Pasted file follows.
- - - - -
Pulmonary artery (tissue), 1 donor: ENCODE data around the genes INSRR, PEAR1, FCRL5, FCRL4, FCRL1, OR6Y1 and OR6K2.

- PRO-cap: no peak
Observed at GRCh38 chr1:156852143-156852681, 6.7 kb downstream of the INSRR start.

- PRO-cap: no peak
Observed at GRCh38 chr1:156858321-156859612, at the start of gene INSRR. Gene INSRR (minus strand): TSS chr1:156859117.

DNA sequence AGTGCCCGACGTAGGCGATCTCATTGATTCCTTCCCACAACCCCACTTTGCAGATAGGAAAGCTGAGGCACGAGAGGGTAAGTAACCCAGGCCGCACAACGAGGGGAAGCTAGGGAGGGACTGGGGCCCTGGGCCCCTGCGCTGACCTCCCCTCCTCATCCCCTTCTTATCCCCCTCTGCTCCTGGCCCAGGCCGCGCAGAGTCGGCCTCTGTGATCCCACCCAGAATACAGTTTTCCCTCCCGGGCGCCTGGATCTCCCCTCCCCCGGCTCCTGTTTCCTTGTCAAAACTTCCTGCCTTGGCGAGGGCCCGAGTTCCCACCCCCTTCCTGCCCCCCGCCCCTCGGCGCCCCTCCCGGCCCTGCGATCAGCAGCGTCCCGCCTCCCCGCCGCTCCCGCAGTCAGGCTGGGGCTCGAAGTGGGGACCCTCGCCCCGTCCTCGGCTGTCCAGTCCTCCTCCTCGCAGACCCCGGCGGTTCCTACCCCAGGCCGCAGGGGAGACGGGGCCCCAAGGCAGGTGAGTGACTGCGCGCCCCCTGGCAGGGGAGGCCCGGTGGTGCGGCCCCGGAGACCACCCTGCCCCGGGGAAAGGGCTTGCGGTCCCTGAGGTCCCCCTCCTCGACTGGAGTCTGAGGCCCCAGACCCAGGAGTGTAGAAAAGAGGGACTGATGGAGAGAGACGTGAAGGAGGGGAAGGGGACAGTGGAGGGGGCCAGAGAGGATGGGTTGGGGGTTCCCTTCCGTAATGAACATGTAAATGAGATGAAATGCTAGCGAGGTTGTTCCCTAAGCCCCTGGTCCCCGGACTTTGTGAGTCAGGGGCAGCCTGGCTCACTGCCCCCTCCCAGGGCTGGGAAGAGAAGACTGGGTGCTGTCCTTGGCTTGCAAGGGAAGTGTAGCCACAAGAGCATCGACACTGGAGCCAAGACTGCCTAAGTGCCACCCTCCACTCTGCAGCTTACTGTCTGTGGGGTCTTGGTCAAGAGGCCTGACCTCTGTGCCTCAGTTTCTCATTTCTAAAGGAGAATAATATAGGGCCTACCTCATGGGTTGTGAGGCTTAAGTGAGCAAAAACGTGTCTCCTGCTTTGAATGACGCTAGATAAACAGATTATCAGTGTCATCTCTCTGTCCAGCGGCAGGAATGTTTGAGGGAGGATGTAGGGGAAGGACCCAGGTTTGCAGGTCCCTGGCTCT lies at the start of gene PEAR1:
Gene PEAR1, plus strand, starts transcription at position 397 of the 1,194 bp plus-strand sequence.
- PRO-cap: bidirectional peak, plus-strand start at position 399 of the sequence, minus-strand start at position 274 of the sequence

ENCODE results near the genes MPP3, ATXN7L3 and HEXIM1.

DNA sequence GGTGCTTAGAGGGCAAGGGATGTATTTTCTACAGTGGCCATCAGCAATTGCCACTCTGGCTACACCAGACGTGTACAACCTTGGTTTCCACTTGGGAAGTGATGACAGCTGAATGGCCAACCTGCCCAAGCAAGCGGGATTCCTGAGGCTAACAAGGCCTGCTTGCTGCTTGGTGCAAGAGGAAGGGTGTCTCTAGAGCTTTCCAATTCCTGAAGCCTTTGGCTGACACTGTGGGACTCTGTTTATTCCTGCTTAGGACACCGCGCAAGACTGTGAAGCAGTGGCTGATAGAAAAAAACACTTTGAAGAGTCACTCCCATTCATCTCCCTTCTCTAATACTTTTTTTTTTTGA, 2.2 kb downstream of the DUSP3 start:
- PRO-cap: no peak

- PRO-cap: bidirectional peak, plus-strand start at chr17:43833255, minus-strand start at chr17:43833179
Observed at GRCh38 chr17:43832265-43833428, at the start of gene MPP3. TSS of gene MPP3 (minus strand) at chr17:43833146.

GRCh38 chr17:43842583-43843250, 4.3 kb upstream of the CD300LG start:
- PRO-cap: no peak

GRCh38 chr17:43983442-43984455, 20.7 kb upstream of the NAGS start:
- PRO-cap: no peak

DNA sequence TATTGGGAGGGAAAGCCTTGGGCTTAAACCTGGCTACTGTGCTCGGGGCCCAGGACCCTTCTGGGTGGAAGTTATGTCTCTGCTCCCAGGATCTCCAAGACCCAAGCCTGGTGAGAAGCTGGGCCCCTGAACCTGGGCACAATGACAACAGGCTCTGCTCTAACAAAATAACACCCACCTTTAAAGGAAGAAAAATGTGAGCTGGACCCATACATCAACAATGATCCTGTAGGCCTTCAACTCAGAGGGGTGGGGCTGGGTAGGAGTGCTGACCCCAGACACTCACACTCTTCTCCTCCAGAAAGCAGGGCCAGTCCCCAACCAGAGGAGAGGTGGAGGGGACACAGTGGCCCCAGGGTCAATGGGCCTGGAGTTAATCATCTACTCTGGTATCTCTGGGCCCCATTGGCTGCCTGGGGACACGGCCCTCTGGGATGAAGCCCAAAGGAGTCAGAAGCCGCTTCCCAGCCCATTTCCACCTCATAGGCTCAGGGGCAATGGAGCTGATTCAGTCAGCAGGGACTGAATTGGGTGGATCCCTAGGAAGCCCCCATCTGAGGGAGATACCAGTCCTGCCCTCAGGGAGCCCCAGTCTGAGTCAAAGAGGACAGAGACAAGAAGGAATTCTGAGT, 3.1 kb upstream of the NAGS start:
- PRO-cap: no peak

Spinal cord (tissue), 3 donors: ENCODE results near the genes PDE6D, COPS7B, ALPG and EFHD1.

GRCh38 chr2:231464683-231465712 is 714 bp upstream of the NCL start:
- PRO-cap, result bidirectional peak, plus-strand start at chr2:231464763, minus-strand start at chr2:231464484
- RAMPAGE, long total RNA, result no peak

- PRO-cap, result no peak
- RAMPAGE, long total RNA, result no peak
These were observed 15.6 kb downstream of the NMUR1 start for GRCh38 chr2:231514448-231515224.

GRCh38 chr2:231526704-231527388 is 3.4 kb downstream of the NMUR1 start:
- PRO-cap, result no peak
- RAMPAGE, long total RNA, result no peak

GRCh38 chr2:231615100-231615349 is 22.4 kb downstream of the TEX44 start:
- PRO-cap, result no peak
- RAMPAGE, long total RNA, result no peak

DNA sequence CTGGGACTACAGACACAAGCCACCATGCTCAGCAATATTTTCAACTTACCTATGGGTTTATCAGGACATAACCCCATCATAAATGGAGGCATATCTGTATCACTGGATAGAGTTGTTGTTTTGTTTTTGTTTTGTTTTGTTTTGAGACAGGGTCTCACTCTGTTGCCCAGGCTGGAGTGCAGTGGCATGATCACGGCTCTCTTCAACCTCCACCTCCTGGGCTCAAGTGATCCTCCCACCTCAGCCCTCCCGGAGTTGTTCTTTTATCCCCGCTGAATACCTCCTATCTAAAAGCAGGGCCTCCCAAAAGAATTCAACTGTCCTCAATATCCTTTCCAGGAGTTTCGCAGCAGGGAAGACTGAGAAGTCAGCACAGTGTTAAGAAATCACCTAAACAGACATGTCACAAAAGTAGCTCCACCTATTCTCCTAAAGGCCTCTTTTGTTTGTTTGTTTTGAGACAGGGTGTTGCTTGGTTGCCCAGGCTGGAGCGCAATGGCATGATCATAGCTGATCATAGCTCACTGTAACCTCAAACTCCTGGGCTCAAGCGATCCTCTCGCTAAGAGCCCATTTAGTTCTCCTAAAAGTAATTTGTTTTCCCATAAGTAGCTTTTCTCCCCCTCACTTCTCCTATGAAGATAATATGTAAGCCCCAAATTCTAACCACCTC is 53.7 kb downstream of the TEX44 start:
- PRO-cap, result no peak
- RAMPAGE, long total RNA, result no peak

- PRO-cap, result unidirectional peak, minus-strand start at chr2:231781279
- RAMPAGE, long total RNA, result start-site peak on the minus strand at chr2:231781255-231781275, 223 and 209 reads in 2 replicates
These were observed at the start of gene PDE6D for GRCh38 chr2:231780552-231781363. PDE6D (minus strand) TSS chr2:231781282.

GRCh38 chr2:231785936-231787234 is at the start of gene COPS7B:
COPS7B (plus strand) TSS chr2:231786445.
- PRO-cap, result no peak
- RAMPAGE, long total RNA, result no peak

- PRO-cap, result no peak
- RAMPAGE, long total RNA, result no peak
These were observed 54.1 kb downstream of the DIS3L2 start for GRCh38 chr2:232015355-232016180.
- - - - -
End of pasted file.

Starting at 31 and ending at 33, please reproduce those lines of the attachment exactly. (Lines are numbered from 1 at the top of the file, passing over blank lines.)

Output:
- PRO-cap, result no peak
- RAMPAGE, long total RNA, result no peak

DNA sequence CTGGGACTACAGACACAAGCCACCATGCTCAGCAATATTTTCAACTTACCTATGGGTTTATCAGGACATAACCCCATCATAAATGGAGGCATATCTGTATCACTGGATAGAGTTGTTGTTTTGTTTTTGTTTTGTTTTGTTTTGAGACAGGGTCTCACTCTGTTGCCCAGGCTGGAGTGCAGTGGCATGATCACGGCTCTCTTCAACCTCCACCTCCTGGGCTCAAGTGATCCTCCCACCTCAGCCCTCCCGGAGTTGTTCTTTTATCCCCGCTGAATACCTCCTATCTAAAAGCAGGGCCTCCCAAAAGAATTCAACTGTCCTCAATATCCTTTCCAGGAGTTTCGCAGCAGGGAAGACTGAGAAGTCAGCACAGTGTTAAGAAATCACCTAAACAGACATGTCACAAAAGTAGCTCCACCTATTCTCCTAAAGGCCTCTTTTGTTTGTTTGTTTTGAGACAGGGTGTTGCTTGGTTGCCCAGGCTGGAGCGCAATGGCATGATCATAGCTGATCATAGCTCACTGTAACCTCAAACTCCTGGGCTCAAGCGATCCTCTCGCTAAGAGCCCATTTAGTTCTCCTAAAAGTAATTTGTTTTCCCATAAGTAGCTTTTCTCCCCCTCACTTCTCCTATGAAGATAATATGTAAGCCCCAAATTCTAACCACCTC is 53.7 kb downstream of the TEX44 start: